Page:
Ippolito et al (3) in 1990 showed loss of correction due to growth, ulnar nerve palsy, decreased range of motion with K-wire fixation. Kim et al (4) used Y plate, all had good alignment and ROM. Yun et al (5) 22 cases had plates used, all had excellent results. MINY et al lateral wedge osteotomy is an efficient technique to correct cubitus varus deformity. Rang et al, (6) 20 cases treated with K wires, 3 had loss of position. Sweeney et al, (7) 14 patients were treated with K wires, 5 patients lost position. Bellmore et al (2) treated 13 patients with K wire, 4 had pin tract infection. Kumar K et al (8) revealed no significant difference in correction of carrying angle by both dome and French osteotomy. We had limitations in our study like small sample size, not a comparative study; however, results are promising. This method of correction is easy, stable with satisfactory results.
In our study, we conclude by saying that lateral closed wedge osteotomy and fixation with plate is a safe and effective technique with satisfactory results in cubitus varus deformity.
 Oppenheim WL, Clader TJ, Smith C, et al. Supracondylar humeral osteotomy for traumatic childhood cubitus varus deformity. Clin Orthop Relat Res 1984;(188):34-9.
 Bellemore MC, Barrett IR, Middleton RW, et al. Supracondylar osteotomy of the humerus for correction of cubitus varus. J Bone Joint Surg [Br] 1984;66(4):566-72.
 Ippolito E, Moneta MR, D'Arrigo C. Post traumatic cubitus varus. Long term follow up of corrective supracondylar humeral osteotomy in children. J Bone Joint Surg Am 1990;72(5):757-62.
 Kim HS, Jahng JS, Han DY, et al. Modified step-cut osteotomy of the humerus. J Pediatric Orthop B 1998;7(2):162-6.
 Yun YH, Shin SJ, Moon JG. Reverse V osteotomy of the distal humerus for the correction of cubitus varus. J Bone Joint Surg Br 2007;89(4):527-31.
 Rang M. Children's fractures. Pheladilphia: JB Lippincot Co, 1974.
 Sweeney JG. Osteotomy of the humerus for malunion of supracondylar fracture. J Bone Joint Surg Br 1975;57:117.
 Kumar K, Sharma VK, Sharma R, et al. Correction of cubitus varus by French or dome oseotomy: a comparative study. J Trauma 2000;49(4):717-21.
Murugasarathy Sambandam (1), Kalaiyarasan Thamizharasan (2), Duraisamy Ezhilmaran (3), Maharajothi Paramasivam (4)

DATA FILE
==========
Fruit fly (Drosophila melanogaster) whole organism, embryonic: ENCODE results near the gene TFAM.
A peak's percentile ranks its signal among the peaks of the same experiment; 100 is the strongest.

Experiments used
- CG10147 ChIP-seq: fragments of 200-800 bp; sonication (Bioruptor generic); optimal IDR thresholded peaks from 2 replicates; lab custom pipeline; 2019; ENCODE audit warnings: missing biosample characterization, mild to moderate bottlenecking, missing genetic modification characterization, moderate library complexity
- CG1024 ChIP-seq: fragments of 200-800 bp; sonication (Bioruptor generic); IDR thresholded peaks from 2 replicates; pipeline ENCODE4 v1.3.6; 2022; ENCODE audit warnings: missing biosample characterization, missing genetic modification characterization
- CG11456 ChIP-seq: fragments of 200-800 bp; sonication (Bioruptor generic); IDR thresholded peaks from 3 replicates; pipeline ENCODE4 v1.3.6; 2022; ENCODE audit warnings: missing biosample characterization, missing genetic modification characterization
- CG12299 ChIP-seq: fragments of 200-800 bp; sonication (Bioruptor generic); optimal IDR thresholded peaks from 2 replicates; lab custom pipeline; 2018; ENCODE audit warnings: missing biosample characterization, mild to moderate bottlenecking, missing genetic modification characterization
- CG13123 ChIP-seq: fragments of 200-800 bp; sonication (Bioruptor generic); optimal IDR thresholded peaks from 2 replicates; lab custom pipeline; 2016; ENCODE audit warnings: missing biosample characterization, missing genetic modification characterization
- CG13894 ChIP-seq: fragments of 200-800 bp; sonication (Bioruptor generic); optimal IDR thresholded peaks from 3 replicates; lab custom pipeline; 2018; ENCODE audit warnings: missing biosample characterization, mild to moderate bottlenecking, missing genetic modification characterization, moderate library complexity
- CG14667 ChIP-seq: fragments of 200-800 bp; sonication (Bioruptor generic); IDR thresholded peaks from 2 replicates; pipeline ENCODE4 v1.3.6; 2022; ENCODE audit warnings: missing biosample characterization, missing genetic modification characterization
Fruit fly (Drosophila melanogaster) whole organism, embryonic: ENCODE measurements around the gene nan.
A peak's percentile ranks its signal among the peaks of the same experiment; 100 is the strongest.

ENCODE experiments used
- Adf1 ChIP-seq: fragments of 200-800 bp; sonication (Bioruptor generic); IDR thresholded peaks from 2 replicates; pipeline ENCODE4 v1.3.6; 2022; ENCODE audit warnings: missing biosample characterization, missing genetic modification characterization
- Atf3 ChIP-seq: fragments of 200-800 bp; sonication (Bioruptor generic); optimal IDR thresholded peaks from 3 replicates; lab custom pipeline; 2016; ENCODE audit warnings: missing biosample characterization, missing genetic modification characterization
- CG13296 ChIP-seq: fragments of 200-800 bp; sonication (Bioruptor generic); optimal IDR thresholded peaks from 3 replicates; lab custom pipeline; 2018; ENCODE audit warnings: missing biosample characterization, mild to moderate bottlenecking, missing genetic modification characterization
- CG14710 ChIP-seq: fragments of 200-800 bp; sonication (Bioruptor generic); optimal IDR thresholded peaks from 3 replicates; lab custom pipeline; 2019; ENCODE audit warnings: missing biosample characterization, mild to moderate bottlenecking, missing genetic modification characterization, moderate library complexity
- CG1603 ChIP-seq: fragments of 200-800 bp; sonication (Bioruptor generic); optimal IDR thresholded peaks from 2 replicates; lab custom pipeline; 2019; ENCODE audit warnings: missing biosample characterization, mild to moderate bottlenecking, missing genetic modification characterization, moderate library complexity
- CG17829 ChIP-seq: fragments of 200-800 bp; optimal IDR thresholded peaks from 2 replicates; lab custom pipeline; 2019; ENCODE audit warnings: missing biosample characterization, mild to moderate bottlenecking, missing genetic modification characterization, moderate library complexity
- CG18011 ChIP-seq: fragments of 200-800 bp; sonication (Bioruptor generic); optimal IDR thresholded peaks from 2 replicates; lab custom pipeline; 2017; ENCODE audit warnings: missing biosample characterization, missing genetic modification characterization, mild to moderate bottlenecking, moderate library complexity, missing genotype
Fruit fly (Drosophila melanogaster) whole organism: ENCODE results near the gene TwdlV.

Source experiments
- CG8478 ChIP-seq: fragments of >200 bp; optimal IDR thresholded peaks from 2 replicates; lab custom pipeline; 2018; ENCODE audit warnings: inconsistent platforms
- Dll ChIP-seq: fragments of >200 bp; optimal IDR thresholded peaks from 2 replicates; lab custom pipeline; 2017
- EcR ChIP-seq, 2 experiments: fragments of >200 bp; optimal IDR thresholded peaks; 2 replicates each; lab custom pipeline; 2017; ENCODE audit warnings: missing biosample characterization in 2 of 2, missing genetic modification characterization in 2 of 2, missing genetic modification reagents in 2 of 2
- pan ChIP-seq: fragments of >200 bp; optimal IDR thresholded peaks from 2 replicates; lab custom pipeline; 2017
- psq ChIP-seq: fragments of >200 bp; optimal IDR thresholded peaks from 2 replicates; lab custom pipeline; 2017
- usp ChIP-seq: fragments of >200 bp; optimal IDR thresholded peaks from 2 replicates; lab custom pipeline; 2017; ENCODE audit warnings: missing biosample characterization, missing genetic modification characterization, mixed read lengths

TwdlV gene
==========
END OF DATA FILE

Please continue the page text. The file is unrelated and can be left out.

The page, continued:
(1) Professor, Department of Orthopaedics, Chengalpattu Medical College Hospital.
(2) Assistant Professor, Department of Orthopaedics, Chengalpattu Medical College Hospital.
(3) aAssistant Professor, Department of Orthopaedics, Chengalpattu Medical College Hospital.
(4) Assistant Professor, Department of Orthopaedics, Chengalpattu Medical College Hospital.
Financial or Other, Competing Interest: None.
Submission 19-02-2017, Peer Review 15-03-2017,
Acceptance 21-03-2017, Published 03-04-2017.
Dr. Murugasarathy Sambandam,
Department of Orthopaedics,
Chengalpattu Medical College Hospital,
Chengalpattu, Kanchipuram District, Tamilnadu.
E-mail: email@example.com, firstname.lastname@example.org
DOI: 10.14260/jem ds/2017/489
Caption: Carrying Angle
Caption: Lateral Condylar Prominence Index (LCPI) = (AB-BC) x 100/AC
Caption: CASE 1
Caption: CASE 2
Caption: CASE 3
Bellmore's Criteria (2) Outcome ROM Carrying LCPI Complications Angle Difference Excellent < 10 5--6 No increase None degrees Good Difference 6--10 Increase Minor 10--20 < 25 Poor Difference > 10 Increase Residual > 20 > 25 effect/revision surgery
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|Title Annotation:||Case Series|
|Author:||Sambandam, Murugasarathy; Thamizharasan, Kalaiyarasan; Ezhilmaran, Duraisamy; Paramasivam, Maharajot|
|Publication:||Journal of Evolution of Medical and Dental Sciences|
|Article Type:||Clinical report|
|Date:||Apr 3, 2017|